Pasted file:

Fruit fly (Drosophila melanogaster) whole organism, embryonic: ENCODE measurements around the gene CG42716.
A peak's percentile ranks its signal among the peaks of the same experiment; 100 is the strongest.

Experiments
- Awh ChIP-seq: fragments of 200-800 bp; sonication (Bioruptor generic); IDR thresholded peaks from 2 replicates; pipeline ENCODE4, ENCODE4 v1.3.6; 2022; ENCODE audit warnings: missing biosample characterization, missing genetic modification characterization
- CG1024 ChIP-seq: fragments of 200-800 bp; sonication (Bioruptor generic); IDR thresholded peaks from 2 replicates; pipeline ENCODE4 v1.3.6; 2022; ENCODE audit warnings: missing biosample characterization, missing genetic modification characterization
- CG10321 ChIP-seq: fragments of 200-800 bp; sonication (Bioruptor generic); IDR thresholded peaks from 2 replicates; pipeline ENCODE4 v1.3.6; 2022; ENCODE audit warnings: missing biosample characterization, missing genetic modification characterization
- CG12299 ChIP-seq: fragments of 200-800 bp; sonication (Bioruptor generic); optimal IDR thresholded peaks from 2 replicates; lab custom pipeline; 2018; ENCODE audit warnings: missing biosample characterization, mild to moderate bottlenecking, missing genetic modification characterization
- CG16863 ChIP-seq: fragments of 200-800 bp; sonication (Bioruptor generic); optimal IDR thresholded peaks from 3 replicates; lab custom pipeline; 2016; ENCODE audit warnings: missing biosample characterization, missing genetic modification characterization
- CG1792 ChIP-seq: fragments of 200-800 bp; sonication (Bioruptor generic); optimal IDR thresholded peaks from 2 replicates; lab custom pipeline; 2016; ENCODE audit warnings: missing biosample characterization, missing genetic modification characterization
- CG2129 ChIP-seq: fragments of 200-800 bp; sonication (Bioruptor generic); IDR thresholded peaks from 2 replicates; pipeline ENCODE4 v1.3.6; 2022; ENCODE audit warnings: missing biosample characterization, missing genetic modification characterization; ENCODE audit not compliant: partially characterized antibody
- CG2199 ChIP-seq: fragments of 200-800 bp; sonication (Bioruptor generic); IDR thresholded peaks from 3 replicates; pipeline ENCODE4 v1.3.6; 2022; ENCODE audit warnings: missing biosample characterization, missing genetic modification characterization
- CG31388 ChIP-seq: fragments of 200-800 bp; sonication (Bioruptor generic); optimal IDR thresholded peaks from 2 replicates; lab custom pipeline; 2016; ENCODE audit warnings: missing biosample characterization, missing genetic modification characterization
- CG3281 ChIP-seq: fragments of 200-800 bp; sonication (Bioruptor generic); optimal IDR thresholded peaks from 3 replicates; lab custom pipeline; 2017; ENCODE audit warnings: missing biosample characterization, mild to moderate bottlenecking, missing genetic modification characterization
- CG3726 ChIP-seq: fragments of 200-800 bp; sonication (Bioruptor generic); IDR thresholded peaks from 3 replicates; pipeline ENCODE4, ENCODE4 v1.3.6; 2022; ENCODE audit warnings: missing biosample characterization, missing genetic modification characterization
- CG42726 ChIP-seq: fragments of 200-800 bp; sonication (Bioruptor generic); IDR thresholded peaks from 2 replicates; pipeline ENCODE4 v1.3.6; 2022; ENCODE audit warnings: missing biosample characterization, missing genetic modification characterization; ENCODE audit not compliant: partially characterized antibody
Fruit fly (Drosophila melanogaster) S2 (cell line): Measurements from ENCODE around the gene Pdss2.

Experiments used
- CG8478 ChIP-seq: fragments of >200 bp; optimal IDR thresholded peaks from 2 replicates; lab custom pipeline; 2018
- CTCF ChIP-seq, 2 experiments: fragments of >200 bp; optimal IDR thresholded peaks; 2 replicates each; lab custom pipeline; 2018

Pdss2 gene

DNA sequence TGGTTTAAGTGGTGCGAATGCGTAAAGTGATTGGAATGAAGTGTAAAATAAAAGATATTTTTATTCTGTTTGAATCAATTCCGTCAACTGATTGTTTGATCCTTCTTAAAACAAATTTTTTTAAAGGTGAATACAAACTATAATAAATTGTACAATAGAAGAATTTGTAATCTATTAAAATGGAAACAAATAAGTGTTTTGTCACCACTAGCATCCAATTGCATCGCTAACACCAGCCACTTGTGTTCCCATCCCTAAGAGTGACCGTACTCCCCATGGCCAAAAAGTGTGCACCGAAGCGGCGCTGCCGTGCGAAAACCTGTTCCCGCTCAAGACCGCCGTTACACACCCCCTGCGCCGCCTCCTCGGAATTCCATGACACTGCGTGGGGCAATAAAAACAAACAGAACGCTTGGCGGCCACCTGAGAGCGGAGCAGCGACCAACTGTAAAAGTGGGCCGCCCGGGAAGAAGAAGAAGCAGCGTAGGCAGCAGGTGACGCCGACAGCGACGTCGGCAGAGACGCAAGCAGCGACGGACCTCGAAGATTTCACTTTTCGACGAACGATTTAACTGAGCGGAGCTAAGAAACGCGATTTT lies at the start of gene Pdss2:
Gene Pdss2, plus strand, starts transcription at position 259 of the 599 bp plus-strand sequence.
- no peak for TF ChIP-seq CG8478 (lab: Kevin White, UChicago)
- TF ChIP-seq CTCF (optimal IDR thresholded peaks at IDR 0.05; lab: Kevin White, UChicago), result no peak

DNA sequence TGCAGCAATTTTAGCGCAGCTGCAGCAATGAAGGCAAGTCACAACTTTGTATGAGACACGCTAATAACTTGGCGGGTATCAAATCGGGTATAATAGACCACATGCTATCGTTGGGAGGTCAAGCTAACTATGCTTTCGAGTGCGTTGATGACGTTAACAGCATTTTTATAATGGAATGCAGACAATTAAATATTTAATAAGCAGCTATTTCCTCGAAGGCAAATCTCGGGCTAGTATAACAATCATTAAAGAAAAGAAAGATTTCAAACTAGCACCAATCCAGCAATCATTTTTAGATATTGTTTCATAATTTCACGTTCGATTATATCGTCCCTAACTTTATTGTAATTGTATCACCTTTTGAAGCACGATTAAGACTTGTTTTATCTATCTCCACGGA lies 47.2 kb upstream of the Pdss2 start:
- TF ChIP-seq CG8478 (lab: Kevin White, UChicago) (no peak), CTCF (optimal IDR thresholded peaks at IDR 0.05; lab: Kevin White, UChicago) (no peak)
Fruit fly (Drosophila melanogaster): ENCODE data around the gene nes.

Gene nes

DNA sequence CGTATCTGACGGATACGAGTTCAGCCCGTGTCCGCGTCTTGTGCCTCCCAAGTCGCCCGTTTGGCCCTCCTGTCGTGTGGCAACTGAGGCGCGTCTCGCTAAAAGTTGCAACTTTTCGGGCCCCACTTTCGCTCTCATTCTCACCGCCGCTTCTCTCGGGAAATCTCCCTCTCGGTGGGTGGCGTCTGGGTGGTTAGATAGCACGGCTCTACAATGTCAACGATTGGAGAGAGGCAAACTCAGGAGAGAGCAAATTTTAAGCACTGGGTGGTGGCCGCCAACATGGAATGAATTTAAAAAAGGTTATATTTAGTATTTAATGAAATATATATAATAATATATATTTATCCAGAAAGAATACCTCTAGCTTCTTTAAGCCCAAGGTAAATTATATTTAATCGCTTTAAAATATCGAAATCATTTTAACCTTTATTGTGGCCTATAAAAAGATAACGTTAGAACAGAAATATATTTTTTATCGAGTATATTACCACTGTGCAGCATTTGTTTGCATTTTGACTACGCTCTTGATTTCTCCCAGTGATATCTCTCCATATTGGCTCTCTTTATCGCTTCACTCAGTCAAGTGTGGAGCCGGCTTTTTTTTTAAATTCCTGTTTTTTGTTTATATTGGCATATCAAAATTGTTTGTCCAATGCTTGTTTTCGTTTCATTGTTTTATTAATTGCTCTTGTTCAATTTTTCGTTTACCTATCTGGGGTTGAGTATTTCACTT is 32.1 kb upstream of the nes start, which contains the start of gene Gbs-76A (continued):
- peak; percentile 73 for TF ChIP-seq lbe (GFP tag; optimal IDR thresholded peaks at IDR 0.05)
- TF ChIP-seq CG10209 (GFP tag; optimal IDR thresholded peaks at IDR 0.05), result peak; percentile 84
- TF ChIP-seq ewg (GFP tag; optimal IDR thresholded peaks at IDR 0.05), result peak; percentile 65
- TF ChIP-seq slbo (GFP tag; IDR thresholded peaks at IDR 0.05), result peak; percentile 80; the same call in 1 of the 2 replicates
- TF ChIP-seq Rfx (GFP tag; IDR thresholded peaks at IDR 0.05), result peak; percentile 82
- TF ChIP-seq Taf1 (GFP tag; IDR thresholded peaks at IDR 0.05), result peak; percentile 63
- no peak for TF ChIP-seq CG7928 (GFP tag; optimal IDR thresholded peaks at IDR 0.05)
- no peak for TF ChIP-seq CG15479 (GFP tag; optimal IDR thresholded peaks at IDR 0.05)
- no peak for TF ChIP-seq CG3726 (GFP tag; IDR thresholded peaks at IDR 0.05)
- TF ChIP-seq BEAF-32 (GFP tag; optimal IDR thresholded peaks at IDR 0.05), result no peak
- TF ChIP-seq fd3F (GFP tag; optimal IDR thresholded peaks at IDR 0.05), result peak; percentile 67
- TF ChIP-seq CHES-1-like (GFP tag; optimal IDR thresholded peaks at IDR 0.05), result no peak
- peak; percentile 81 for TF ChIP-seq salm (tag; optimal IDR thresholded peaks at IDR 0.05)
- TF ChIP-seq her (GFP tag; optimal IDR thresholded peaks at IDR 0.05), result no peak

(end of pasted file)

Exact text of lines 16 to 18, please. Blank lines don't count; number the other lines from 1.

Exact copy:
Fruit fly (Drosophila melanogaster) S2 (cell line): Measurements from ENCODE around the gene Pdss2.

Experiments used
- CG8478 ChIP-seq: fragments of >200 bp; optimal IDR thresholded peaks from 2 replicates; lab custom pipeline; 2018